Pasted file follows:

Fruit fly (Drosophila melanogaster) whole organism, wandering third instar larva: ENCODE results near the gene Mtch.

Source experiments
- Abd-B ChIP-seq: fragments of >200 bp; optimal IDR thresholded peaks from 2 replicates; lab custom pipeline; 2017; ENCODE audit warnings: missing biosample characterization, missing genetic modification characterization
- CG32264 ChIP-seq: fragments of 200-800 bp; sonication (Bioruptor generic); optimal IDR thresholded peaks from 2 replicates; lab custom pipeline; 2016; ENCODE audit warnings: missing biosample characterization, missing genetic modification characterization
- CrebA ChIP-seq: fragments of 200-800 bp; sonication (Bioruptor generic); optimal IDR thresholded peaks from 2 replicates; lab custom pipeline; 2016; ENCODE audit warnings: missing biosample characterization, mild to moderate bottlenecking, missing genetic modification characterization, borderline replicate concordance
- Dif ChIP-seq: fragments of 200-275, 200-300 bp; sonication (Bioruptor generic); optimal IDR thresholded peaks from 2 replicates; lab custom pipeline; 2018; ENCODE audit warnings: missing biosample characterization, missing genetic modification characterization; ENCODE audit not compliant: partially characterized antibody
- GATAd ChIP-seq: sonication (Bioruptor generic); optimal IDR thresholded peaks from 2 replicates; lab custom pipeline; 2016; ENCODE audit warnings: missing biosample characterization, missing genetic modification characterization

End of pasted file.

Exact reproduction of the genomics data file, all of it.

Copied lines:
Fruit fly (Drosophila melanogaster) whole organism, wandering third instar larva: ENCODE results near the gene Mtch.

Source experiments
- Abd-B ChIP-seq: fragments of >200 bp; optimal IDR thresholded peaks from 2 replicates; lab custom pipeline; 2017; ENCODE audit warnings: missing biosample characterization, missing genetic modification characterization
- CG32264 ChIP-seq: fragments of 200-800 bp; sonication (Bioruptor generic); optimal IDR thresholded peaks from 2 replicates; lab custom pipeline; 2016; ENCODE audit warnings: missing biosample characterization, missing genetic modification characterization
- CrebA ChIP-seq: fragments of 200-800 bp; sonication (Bioruptor generic); optimal IDR thresholded peaks from 2 replicates; lab custom pipeline; 2016; ENCODE audit warnings: missing biosample characterization, mild to moderate bottlenecking, missing genetic modification characterization, borderline replicate concordance
- Dif ChIP-seq: fragments of 200-275, 200-300 bp; sonication (Bioruptor generic); optimal IDR thresholded peaks from 2 replicates; lab custom pipeline; 2018; ENCODE audit warnings: missing biosample characterization, missing genetic modification characterization; ENCODE audit not compliant: partially characterized antibody
- GATAd ChIP-seq: sonication (Bioruptor generic); optimal IDR thresholded peaks from 2 replicates; lab custom pipeline; 2016; ENCODE audit warnings: missing biosample characterization, missing genetic modification characterization